Monday, October 31, 2016

13413: Forcing Diversity Is Cool.

Campaign published a piece asking, “Should brands push agencies to meet diversity targets for staff?” Um, the question should be, “Why aren’t brands pushing White advertising agencies to meet diversity targets for staff?” After all, agencies have demonstrated quite clearly that they are incapable of even defining diversity targets. Hell, given the popular smokescreen of promoting White women under the guise of inclusion, it appears that agencies can’t even define diversity.

Appropriately enough, one White woman—23red CEO and Founding Partner Jane Asscher—expressed opposition to clients mandating change. Asscher opined, “In my view, brands should focus on getting their own houses in order.”

Ironically, 23red boasts being an agency for change:

23red is the creative agency that changes behaviour for the better. We know that getting people to do something (and do it now) is the most powerful way to change how they feel or think about a brand or a cause. We call it Do.Feel.Think.™

We’re experts in developing and crafting activation campaigns that start with a do and creating new brands that are action orientated.

Our Consult23 team develop new strategies that focus on an immediate action and long term change and our Content23 team produce engaging content that get things done.

Wow, Asscher and her crew appear to be the perfect people to help ignite diversity in the advertising industry. However, a peek at the agency’s leadership shows Asscher definitely needs to focus on getting her own house in order. Oh, and 23red’s work sucks too, so maybe they’re not the perfect people to tackle the global diversity dilemma.

But before telling Asscher to shut up, MultiCultClassics will offer her—and other ignorant assholes like Asscher—a few counterpoints to consider.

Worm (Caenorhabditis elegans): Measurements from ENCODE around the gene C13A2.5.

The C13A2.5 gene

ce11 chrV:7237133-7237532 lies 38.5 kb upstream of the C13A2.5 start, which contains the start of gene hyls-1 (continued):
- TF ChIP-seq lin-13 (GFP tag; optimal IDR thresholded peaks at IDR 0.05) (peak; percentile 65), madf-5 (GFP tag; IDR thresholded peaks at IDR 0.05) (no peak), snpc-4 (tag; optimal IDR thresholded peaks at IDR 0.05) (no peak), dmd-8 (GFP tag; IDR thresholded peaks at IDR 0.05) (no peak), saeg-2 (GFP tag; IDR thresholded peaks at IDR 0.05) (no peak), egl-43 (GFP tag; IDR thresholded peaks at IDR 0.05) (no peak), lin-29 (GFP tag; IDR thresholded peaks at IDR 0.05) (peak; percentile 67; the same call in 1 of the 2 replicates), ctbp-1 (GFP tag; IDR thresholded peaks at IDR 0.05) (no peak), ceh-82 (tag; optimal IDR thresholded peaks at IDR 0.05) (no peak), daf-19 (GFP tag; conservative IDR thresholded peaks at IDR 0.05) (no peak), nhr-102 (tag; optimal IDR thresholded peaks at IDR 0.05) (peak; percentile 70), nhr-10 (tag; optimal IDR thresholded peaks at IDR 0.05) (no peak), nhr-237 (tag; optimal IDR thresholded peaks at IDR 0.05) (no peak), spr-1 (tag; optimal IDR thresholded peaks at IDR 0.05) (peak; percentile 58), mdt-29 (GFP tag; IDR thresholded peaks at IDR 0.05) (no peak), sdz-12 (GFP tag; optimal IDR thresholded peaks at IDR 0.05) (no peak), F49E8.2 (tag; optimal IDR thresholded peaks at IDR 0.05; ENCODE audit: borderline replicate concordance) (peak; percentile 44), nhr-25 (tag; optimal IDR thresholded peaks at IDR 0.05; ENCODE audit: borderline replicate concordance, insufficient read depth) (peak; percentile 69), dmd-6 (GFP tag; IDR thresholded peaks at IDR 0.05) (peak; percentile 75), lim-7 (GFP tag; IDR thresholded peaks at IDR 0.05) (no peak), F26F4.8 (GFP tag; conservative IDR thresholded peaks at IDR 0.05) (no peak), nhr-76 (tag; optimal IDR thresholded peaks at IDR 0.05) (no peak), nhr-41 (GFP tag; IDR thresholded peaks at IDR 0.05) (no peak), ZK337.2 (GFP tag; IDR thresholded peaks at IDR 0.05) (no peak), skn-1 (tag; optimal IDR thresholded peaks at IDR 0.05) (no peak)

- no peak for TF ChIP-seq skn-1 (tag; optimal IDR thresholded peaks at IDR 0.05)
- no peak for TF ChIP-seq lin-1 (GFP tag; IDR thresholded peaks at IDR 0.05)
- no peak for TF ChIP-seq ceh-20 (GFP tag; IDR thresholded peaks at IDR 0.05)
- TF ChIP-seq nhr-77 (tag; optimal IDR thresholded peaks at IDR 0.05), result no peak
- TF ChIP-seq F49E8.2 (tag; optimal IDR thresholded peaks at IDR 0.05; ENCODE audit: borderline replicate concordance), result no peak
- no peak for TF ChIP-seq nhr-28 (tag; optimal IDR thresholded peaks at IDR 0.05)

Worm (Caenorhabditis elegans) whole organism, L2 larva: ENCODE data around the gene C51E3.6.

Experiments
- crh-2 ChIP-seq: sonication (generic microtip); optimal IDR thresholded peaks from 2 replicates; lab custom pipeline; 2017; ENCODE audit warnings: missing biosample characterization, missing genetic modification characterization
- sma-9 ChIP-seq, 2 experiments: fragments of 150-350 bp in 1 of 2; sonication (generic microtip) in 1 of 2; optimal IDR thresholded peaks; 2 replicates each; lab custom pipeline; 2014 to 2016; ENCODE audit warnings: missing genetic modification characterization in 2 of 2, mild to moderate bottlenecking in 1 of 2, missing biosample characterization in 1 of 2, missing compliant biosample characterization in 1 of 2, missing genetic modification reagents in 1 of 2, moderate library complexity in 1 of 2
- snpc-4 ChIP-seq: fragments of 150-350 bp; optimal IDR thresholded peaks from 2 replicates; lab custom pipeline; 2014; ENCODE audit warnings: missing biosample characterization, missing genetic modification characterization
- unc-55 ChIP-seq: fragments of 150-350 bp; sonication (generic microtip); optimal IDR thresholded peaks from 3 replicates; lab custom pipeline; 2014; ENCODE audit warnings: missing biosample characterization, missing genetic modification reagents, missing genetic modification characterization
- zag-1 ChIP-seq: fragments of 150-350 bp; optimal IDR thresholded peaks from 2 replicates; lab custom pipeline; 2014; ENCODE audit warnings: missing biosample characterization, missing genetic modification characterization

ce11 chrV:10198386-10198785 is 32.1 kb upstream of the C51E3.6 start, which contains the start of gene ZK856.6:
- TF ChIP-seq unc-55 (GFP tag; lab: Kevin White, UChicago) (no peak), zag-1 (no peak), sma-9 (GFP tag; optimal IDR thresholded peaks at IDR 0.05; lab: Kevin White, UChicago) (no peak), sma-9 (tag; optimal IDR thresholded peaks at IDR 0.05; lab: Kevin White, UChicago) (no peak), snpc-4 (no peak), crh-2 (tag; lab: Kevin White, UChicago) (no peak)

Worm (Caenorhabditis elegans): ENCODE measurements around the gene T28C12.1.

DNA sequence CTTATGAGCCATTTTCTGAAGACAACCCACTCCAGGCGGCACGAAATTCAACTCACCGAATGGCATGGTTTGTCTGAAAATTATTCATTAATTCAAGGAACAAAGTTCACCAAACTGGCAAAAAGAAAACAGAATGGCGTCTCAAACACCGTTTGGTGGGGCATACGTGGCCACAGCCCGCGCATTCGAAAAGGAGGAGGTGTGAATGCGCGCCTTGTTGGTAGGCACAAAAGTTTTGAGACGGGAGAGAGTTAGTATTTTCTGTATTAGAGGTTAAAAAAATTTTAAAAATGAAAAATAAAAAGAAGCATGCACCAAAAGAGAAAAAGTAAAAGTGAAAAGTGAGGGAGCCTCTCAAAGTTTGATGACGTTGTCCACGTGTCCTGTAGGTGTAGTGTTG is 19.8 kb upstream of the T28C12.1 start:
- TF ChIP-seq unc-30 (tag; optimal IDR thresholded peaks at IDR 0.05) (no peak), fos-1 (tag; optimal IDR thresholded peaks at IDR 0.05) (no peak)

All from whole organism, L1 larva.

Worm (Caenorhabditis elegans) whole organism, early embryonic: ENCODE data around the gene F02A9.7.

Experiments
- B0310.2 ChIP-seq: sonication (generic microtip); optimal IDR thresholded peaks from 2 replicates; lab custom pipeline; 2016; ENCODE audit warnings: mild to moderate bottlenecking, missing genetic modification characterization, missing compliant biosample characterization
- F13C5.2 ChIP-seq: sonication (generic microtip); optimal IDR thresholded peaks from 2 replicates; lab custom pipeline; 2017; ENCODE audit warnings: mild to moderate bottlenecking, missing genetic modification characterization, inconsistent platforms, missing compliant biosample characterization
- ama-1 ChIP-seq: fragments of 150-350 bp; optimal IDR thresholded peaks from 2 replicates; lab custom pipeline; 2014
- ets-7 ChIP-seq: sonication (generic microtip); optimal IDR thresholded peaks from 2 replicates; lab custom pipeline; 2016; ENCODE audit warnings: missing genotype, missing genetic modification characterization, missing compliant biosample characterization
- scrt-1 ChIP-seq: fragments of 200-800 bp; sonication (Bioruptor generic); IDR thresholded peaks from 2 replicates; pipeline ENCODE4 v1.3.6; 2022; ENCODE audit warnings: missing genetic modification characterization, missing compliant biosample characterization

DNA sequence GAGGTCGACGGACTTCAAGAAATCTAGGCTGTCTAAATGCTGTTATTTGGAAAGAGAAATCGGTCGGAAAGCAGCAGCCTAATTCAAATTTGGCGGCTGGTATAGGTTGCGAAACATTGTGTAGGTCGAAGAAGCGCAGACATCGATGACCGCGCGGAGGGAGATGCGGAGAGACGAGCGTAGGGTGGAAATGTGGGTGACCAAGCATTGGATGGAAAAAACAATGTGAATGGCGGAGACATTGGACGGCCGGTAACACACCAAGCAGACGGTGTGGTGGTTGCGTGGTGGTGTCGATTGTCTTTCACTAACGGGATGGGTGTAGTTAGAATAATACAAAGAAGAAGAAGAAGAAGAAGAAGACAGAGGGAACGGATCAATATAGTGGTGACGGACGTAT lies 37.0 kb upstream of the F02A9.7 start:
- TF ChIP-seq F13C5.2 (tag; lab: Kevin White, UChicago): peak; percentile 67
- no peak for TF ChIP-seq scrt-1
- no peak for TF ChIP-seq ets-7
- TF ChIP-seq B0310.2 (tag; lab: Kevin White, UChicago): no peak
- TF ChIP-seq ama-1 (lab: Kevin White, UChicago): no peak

First, it’s true that most clients might have diversity challenges too, creating a “White people who live in glass houses…” scenario. At the same time, hypocrisy is already prevalent in the overall situation. For example, most White advertising agencies (including 23red) express a commitment to diversity while exhibiting an aversion to the cause. Hence, does it really matter who is being the bigger hypocrite?

Second, clients have public positions and identities to maintain. If a brand displays discrimination, it will result in public backlash and PR nightmares. White advertising agencies exist in relative anonymity, so they might not be as concerned with doing the right thing. However, brands must scrutinize their partners. It is in their own best interests—as well as the best interests of society—to require that partners are good citizens too.

Third, White advertising agencies have failed with self-regulation in regards to diversity. Legal, political and governmental intervention has been ignored. Ditto polite and professional requests. People like Asscher simply cannot be trusted to change on their own volition. It’s high time for clients to step in and force compliance. Indeed, it’s long overdue.